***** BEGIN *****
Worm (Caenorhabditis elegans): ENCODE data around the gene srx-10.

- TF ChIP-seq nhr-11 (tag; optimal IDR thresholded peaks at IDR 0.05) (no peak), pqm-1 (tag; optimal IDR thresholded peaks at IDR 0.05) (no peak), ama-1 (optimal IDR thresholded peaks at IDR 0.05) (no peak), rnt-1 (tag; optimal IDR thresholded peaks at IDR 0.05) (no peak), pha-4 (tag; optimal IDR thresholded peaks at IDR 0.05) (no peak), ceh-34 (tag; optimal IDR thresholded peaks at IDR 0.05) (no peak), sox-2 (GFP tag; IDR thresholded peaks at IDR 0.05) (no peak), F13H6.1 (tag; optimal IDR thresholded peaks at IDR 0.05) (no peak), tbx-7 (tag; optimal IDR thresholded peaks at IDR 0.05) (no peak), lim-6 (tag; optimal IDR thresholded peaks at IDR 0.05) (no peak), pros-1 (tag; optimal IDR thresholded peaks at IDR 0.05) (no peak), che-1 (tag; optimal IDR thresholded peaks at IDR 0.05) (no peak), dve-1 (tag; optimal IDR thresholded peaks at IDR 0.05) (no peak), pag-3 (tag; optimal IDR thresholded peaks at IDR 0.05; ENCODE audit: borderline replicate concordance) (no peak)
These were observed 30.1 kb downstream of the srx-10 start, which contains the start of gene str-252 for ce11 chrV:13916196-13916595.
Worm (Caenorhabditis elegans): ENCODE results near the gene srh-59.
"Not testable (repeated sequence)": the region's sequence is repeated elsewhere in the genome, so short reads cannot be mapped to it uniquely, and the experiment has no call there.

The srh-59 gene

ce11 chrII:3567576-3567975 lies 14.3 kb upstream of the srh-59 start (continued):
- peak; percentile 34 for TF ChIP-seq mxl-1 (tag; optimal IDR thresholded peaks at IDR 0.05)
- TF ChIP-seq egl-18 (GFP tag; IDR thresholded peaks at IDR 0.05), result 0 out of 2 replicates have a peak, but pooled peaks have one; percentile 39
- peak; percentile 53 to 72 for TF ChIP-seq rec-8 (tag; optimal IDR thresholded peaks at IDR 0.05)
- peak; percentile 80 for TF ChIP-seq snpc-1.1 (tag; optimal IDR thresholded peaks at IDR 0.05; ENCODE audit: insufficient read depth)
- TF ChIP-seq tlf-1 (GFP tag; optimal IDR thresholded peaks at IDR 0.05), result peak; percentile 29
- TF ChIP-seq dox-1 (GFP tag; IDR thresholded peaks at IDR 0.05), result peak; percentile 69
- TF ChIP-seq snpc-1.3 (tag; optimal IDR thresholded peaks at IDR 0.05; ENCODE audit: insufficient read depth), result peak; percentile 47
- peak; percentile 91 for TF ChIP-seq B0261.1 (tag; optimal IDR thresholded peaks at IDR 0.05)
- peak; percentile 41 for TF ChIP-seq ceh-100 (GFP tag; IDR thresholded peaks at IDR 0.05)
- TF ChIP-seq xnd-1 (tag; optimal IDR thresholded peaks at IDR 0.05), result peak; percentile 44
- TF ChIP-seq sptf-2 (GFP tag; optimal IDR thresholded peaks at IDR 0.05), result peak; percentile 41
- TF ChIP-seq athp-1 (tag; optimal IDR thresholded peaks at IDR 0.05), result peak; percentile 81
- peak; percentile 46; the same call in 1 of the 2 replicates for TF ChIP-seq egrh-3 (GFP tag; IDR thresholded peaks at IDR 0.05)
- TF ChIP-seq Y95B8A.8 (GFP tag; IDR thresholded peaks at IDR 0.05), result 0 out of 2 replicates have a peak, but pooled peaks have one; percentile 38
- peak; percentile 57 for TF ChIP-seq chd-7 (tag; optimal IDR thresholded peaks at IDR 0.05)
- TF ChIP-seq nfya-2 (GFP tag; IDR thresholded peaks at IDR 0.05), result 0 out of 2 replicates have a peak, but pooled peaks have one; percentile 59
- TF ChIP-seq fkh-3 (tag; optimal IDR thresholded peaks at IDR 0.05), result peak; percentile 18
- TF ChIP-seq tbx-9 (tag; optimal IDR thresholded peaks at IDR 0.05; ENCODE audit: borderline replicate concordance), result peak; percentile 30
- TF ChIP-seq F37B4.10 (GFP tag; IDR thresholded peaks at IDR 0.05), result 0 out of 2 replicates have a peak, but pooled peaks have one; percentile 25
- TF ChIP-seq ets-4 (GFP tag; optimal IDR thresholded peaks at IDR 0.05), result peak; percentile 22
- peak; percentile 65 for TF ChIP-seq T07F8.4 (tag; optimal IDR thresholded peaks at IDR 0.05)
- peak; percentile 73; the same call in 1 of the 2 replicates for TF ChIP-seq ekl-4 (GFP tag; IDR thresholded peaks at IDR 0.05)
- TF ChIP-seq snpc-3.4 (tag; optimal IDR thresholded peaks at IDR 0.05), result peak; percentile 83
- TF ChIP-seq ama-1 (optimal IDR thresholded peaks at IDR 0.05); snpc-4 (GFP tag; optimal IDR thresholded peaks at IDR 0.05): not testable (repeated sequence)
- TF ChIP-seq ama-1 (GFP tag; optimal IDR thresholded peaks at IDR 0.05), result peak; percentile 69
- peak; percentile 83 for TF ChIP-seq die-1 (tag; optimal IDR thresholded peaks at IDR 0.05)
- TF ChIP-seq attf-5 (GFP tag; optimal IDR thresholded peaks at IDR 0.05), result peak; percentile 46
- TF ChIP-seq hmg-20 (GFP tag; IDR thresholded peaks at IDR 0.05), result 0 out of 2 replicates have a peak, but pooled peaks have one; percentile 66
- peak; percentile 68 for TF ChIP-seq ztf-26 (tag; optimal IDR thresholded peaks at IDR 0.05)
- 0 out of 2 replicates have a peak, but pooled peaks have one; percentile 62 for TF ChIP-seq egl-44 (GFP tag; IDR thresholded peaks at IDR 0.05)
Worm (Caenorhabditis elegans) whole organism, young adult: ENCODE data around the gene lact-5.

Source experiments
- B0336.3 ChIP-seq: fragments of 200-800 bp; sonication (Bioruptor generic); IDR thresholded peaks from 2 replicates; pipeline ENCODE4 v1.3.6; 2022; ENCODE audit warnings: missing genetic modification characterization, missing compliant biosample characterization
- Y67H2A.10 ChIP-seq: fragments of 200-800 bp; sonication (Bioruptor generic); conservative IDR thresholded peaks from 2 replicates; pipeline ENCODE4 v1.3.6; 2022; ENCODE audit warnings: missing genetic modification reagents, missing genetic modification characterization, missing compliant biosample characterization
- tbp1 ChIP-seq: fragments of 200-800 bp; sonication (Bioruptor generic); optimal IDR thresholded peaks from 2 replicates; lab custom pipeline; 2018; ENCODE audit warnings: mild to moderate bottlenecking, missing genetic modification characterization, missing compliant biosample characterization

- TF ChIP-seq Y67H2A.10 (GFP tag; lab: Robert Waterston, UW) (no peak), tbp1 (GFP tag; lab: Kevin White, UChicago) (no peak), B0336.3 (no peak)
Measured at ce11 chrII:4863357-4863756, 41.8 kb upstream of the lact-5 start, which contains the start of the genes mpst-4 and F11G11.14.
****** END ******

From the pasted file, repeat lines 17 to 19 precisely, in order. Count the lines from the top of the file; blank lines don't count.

- TF ChIP-seq xnd-1 (tag; optimal IDR thresholded peaks at IDR 0.05), result peak; percentile 44
- TF ChIP-seq sptf-2 (GFP tag; optimal IDR thresholded peaks at IDR 0.05), result peak; percentile 41
- TF ChIP-seq athp-1 (tag; optimal IDR thresholded peaks at IDR 0.05), result peak; percentile 81